Robert Southey and the Infections of Commerce
Two texts, when taken together, define the limits of ‘Romantic conservatism’ in 19th-century England: Samuel Taylor Coleridge's Church and State and Robert Southey's Colloquies on the Progress and Prospects of Society. Both were published in 1829, the year of the Emancipation Act, and both were informed in important ways by the Catholic question. Yet the ideological differences between the two works are pronounced, to the extent that while Church and State, in developing the themes of the Lay Sermons and Aids to Reflection (1825), was to prove a foundational text of the Broad Church movement, the Colloquies went on to become closely associated with Ultra Protestantism, the paternalistic Tory radicalism of Michael Thomas Sadler and Richard Oastler, and the nostalgic nationalism of the Young England movement.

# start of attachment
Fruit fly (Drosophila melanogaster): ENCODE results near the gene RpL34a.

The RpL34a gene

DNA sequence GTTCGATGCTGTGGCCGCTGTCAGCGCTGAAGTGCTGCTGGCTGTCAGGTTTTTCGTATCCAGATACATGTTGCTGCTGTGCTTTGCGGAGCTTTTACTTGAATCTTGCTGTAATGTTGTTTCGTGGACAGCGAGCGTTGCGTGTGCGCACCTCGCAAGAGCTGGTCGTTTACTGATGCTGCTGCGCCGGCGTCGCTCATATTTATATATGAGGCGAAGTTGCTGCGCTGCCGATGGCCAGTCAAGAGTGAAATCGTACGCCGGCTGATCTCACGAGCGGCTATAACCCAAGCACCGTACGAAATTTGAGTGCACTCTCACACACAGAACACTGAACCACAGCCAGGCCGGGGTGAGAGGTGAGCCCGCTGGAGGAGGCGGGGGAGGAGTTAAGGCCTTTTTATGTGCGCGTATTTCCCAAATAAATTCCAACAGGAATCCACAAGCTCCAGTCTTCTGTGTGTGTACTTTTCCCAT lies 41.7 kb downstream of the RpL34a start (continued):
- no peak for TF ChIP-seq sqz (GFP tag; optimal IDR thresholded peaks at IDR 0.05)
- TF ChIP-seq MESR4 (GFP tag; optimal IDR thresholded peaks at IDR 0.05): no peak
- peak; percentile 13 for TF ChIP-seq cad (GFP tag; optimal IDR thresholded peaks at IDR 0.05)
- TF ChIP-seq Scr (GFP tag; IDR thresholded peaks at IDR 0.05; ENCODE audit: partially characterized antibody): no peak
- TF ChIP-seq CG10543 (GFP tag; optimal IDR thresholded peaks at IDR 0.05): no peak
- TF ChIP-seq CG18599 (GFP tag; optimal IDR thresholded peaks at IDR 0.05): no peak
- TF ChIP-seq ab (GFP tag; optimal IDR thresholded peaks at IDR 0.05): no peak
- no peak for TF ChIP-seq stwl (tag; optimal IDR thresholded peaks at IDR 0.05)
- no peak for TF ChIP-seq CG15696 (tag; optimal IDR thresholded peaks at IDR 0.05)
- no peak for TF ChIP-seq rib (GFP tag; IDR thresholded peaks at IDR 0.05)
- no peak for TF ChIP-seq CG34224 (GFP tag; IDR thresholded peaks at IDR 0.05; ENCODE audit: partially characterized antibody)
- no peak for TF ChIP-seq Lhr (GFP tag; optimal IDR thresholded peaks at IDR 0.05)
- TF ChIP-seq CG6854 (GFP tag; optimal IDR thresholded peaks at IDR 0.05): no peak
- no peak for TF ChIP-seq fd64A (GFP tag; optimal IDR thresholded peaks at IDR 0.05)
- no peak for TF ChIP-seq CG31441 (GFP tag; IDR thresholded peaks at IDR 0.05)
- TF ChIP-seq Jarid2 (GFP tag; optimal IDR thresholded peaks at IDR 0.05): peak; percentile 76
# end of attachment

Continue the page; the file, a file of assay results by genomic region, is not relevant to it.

Oxford Scholarship Online requires a subscription or purchase to access the full text of books within the service. Public users can however freely search the site and view the abstracts and keywords for each book and chapter.
If you think you should have access to this title, please contact your librarian.